The Lakers won't be sweeping confetti from their hair next June. Figueroa will be bereft of purple and gold.
That over-30 wins wager you made last month? Doesn't look so solid right now.
These are sad times for Lakers fans who, at the risk of sounding like Clippers followers over the decades, can already adopt rueful "Wait 'til next year" smiles.
But what exactly is in store for them? Certainly sunnier skies, no?
It's only a maybe. Call it partly cloudy with time needed for hailstorms to clear. Patience and luck required too for a franchise that turned four players into Kareem Abdul-Jabbar, morphed Kwame Brown into Pau Gasol and took a gamble on a 17-year-old from Philadelphia for veteran Vlade Divac.
As the Lakers sit with a dilapidated 3-10 record, their finances already look pretty crunched next season.
Bryant will make $25 million at 37 years old while Nick Young, Julius Randle and Ryan Kelly take up another $10 million. Various player options (Ed Davis) and team options (Jordan Clarkson, Robert Sacre) could add another $3 million, though Davis could opt out and drive that number even higher. Leave room for an estimated $5 million for their likely two first-round draft picks.
It's easy to see the Lakers allocating $43 million toward only nine players amid a conservatively estimated salary cap of $66 million for 2015-16. Throw in troublesome mandatory things called "cap holds" and the Lakers have only $21.5 million to spend next summer on free agents.
More troubling thoughts — there's no guarantee they get who they want, as they've found out the last two summers.
They'll have enough money next July to offer a maximum contract to one free agent. They could also try offering contracts starting at about $11 million annually to two non-maximum players.
It's not fair, you say. What else can be done?
Moving quickly to the summer of 2016, Bryant comes off the books and the Lakers could pursue a maximum-contract player — two if they don't spend much money next summer. Kevin Durant is the potential leader of the 2016 class unless LeBron James opts out of his contract.
For the temperamental, the Lakers can always try to improve their hand soon with an in-season trade.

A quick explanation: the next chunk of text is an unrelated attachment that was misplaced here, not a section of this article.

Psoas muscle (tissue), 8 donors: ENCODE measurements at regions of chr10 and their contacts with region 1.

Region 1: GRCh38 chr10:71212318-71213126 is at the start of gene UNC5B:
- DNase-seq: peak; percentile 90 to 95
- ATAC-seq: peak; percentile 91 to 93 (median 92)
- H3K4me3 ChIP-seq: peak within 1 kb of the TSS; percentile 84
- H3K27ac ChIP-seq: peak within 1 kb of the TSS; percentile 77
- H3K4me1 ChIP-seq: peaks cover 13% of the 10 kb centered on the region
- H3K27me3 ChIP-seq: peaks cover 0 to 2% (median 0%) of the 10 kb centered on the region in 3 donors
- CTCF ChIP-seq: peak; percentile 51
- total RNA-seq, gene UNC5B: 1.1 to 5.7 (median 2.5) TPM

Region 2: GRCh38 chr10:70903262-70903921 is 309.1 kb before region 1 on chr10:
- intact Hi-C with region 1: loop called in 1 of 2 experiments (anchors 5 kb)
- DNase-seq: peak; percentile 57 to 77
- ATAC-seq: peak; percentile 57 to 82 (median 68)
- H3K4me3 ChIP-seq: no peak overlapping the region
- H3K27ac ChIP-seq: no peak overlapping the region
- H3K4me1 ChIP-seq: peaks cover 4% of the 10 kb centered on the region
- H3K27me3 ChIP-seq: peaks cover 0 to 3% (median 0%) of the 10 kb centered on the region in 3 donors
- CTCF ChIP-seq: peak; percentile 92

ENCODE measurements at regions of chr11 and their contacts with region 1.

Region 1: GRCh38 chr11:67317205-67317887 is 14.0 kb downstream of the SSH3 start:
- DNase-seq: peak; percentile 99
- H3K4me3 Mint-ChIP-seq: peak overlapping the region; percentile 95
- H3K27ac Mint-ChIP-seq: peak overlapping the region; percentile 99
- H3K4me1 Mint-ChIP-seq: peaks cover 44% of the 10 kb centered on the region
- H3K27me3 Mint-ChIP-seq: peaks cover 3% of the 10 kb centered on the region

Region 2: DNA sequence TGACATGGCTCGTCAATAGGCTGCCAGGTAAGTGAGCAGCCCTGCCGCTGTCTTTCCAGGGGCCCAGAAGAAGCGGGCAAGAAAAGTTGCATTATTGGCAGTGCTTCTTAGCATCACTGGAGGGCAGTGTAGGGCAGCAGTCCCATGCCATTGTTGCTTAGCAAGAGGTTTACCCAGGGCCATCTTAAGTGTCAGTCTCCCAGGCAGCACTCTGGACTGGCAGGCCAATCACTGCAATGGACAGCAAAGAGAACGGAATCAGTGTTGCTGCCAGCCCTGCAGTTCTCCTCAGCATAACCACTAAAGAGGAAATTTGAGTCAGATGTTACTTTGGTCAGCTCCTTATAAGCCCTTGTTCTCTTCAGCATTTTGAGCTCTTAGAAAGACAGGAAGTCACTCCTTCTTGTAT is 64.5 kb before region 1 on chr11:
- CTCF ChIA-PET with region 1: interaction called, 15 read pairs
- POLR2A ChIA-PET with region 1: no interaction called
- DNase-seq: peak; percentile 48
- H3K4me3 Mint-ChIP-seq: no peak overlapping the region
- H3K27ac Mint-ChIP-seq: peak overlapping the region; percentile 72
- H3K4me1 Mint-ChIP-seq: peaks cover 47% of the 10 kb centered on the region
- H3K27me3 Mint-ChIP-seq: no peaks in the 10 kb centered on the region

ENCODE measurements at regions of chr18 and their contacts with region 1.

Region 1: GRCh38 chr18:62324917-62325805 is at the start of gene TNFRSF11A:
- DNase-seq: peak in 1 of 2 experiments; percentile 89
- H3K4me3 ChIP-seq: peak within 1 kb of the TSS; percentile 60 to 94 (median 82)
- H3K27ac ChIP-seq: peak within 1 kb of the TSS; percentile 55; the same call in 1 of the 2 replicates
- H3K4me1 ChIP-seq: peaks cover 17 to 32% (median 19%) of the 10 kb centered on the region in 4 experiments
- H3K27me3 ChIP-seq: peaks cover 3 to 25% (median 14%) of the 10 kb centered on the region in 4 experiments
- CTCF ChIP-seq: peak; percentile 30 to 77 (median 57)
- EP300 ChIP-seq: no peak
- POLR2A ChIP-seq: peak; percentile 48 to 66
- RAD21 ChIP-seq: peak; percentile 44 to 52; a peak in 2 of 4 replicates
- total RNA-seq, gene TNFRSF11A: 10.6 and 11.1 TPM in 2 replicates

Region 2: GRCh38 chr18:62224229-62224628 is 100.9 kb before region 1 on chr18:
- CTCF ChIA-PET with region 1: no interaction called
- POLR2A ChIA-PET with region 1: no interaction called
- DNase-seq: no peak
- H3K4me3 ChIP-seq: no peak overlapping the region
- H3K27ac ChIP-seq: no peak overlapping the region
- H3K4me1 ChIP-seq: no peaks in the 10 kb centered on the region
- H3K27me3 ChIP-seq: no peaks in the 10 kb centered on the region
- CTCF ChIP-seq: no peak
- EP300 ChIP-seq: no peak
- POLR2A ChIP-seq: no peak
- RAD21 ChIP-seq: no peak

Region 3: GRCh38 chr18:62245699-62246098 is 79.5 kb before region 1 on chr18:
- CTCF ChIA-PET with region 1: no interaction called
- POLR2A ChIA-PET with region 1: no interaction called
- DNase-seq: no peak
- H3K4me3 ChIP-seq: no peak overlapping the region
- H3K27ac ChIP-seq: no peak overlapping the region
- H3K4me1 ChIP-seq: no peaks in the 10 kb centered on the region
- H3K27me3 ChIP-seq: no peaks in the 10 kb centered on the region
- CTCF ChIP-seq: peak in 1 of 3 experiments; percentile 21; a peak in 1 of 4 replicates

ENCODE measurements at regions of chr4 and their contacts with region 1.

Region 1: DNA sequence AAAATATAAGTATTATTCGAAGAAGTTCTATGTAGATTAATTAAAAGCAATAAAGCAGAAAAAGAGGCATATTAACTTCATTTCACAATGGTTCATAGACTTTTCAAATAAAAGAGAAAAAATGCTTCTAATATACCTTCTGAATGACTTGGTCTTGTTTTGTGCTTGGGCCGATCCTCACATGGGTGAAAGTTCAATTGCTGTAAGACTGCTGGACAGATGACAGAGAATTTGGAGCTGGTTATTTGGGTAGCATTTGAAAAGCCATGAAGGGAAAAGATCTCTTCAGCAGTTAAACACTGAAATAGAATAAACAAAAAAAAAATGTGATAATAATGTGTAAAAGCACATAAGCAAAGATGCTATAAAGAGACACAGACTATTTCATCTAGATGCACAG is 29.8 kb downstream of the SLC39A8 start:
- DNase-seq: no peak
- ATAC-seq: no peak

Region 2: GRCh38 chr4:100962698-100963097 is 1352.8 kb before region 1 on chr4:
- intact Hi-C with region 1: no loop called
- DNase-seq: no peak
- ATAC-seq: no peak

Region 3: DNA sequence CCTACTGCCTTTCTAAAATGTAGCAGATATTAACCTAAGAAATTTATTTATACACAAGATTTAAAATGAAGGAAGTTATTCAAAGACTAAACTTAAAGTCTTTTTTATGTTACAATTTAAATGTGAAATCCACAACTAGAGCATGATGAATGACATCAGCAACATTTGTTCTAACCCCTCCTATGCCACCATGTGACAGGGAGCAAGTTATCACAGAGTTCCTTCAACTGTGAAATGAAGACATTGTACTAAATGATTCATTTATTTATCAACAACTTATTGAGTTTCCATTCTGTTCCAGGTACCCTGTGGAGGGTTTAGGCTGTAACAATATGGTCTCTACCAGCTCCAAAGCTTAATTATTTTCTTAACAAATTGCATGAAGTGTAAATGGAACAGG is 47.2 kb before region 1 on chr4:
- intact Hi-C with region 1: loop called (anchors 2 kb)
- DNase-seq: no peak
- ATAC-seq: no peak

For the record, it won't be easy. There just aren't many pieces.
Bryant has a no-trade clause, is shooting only 38% and is not being considered for a trade by the Lakers. He's too valuable at the ticket office, and in maintaining at least a passing interest in the team.
It gets bleak from there.
As per NBA rules, Carlos Boozer cannot be traded because he was acquired via the amnesty bidding process.
Jordan Hill can't be dealt until Jan. 15 and has some veto power to block a trade because the second year of his contract is a team option. Xavier Henry and Wesley Johnson can also block a trade because they signed one-year deals to return to their team.
The contracts of Kelly, Davis, Sacre and Ronnie Price are too small to bring back anybody of significance. The Lakers might have some explaining to do if they deal their future — Julius Randle or Jordan Clarkson.
Young is probably staying because he is beloved by Lakers fans and makes $5 million, a relative bargain in an era where the average salary is $5.3 million.
Steve Nash's $9.7-million expiring contract is available for anybody who wants to dump salary for a 40-year-old who will never play again. If traded, Nash will also receive a bonus that could reach an additional $1.2 million.
It pretty much leaves Jeremy Lin and his whopping $14.9-million salary as the Lakers' main trading chip (because of one of the many complicated NBA rules, he counts as $8.4 million against a team's books). He is averaging 11.8 points and 4.8 assists. Not exactly numbers that delight general managers and excite fan bases.
On the good side for the Lakers, they are quickly headed toward keeping the first-round pick they are supposed to give Phoenix for the Nash trade. That means a legitimate chance at Duke's Jahlil Okafor.
They retain it if they hold a top-five spot after the draft lottery, an important distinction because Detroit lost its first-round pick last season when it fell from eighth to ninth in the lottery. Cleveland unexpectedly vaulted over the Pistons, whose pick was only top-eight protected and went to Charlotte for the Corey Maggette trade two years earlier.
In other words, the Lakers must finish among the NBA's bottom two records to completely ensure themselves of keeping the top-five pick. Under draft guidelines, if you finish with the second-worst record, three teams at most can pass you on lottery night, and those chances are low.
In addition to likely keeping their own pick, the Lakers get Houston's first-rounder next June as part of the Lin trade.
Internally, the Lakers aren't panicking. They blame a lot of this season on injuries to Nash, Randle and even Kelly. They sometimes imagine what could have been had everybody stayed healthy, even though a mere playoff berth would have been a stretch.
Just the same, Coach Byron Scott recently stepped out of the Lakers' day-to-day doldrums to peek into what was ahead.
"No. 1 thing, you've got to get players," he said. "We've got a franchise with a great history and we feel that we can draw players here to Los Angeles that would love to play in this organization. Obviously, the process is ongoing right now and then when the season is over, we'll start trying to take some bigger steps to achieve those goals."
Between now and next summer, it's mainly speculation. It might be the best the Lakers can offer right now.
Follow Mike Bresnahan on Twitter @Mike_Bresnahan
Times correspondent Eric Pincus contributed to this report.